You may have heard the phrase ‘blockchain’ being thrown around more and more. So what is it?
While many websites use impressive data words to describe it, Blockchain is simply a shared, digital database; a digital record book. What makes blockchain different is the concept of storing copies of a database over multiple users’ computers. It is essentially a record book shared via multiple copies, stored on multiple computers.
This is all achieved through the use of large amounts of computing power and complex algorithms, all with the consent of a large number of its users. This design allows digital databases to simplify the task of record-keeping and to force the data to remain accurate by sourcing it from multiple parties; thus increasing difficulty to ‘cheat’ such systems.
How can we use it?
This new technology can prove beneficial to databases with a focus on high value, low data-volume transactions, such as that of Bitcoin. While Bitcoin is another confusing new digital development, it is essentially made possible by blockchain. This partially explains why Bitcoin has become such a big deal of late, as blockchain has made the maintenance of recording such high value money transactions much more simple. Every Bitcoin transaction is carefully scrutinized and stored into this database amongst its copies in computers worldwide.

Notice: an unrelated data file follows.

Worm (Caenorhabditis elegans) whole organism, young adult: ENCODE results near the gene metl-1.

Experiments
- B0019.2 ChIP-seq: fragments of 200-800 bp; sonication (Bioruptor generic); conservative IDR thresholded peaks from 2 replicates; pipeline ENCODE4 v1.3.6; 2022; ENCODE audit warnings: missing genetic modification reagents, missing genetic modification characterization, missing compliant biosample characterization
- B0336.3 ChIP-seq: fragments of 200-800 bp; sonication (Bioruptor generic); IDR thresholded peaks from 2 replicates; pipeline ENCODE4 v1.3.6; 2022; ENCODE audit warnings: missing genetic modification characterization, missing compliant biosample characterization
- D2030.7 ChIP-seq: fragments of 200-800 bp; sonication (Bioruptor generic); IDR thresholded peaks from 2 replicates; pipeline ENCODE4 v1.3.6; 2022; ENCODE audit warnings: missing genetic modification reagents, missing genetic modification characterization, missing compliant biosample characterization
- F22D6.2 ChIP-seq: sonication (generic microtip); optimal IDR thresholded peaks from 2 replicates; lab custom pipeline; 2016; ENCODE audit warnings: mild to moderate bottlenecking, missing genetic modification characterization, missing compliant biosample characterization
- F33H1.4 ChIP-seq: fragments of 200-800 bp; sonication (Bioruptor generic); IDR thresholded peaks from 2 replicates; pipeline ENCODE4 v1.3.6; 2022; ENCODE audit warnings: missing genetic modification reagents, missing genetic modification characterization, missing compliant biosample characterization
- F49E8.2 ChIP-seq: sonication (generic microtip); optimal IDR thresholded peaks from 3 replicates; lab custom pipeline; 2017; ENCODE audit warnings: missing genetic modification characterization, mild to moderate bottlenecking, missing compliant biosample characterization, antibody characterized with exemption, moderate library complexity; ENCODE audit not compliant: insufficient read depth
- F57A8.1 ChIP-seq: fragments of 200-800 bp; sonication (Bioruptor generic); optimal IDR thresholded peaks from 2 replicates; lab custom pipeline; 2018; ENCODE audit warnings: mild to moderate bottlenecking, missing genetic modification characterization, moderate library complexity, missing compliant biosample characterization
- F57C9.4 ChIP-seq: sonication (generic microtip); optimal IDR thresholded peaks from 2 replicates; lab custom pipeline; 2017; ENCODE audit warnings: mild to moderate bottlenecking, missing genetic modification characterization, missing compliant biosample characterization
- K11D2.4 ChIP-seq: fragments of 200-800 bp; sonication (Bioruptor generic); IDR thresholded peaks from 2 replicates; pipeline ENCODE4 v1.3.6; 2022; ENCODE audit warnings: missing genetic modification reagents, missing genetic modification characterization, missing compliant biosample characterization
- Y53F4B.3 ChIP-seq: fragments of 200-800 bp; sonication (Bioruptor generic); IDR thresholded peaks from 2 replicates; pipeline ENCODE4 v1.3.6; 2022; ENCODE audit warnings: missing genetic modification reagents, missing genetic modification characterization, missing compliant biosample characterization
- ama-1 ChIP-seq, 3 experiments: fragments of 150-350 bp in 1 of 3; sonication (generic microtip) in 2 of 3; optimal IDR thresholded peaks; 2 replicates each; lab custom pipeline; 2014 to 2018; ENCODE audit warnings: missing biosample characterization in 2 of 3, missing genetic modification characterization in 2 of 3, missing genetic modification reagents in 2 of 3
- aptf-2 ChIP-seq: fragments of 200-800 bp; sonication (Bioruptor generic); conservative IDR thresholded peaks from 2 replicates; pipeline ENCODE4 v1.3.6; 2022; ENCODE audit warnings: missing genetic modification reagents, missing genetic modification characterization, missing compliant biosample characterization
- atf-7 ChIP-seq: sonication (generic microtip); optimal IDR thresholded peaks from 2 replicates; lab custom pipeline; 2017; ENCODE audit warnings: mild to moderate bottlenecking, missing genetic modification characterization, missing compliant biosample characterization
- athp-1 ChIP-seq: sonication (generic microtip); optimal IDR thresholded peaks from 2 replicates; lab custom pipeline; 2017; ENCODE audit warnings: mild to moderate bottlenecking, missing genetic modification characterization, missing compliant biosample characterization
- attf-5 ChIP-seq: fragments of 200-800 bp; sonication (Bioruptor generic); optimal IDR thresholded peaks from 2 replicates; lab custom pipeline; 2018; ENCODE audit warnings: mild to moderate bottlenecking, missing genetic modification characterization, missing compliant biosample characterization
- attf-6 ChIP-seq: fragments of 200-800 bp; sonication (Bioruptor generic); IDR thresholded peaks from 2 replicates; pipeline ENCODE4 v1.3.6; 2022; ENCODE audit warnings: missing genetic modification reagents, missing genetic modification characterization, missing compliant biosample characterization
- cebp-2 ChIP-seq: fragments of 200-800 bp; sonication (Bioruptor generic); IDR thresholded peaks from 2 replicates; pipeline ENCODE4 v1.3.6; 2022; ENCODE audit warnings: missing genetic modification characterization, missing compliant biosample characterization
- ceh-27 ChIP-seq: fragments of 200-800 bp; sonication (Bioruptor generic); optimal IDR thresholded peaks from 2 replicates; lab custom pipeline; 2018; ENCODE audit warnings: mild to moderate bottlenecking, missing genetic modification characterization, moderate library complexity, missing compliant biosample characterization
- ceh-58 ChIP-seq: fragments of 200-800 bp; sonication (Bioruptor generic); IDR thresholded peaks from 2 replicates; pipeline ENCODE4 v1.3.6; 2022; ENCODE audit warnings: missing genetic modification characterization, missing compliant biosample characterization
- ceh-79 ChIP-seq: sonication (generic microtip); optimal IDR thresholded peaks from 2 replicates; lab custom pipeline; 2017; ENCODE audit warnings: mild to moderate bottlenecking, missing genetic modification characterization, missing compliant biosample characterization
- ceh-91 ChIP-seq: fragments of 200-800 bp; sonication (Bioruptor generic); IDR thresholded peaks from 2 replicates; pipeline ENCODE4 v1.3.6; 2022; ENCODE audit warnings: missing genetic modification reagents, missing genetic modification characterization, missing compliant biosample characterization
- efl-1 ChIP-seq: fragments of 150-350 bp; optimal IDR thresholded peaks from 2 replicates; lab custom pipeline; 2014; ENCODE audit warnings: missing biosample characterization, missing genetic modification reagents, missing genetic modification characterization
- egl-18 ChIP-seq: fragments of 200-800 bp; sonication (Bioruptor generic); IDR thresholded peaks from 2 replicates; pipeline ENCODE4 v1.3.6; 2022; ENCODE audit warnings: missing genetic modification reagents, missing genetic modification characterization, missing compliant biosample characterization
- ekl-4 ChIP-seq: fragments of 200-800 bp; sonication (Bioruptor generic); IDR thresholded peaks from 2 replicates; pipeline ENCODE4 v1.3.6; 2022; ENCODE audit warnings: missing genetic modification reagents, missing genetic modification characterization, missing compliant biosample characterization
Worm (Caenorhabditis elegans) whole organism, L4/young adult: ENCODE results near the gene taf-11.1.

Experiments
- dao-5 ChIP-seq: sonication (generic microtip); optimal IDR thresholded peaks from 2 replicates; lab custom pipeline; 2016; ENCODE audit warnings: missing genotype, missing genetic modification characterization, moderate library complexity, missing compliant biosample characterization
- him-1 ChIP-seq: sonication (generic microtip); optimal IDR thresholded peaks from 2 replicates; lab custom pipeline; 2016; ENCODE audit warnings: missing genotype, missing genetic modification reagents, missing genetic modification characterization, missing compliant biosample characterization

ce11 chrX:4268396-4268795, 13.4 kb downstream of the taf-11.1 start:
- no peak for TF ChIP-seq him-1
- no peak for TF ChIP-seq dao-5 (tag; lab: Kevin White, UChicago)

Does it work for everything?
Despite blockchain proving useful in these areas, it cannot cope with intense, complicated amounts of data. To elaborate, the more fields you need to include in this record book (e.g name, age, birthday, etc.), the worse this system copes. While blockchain is a very accurate and useful database, it is an incredibly slow system.
This means that blockchain-based systems would not manage to maintain a database such as that of health and medical records. As explained earlier, the more columns required in this table of records, the more complicated it becomes to use. So for data such as monetary transactions, it works, because there is less data per transaction: name, age, bank account details, amount of money transferred, etc.
Medical records, on the other hand, are virtually never ending, requiring data such as name, age, birthday, gender, blood type, blood pressure, allergies, current health issues, past health issues, medications… and the list goes on. This completely overloads this sort of database to the point where it struggles to function efficiently. The need to acquire data instantly is invaluable to the medical industry, especially in situations such as a medical emergency, and blockchain is truly incapable of such a task.
Furthermore, an essential and vital element of medical records is that they remain confidential to the public. The privacy of these records is less secure with a network such as blockchain, as the database rests amongst multiple computers using blockchain, and it is much easier to be hacked into.
This is of great concern, as there is an increasingly high interest in using blockchain for such purposes. According to a recent IBM survey of 200 health care executives in 16 countries, 16% of these executives are investigating in the use of blockchain within the medical industry, showing higher interest than that of finance and banking sectors.
As explained by Sorsix chief, Dailbor Frutnik, “The idea that the blockchain makes things permanently secure is bullshit branding and not true”.
Is it worth it?
While there is much hype in the present moment, and there is always the possibility of further improvements, blockchain is currently only useful for smaller scale databases such as that of financial transaction, and should be kept separate from that of larger scale databases such as that of the healthcare industry.
As long as the hype lasts, everything blockchain touches turns to gold.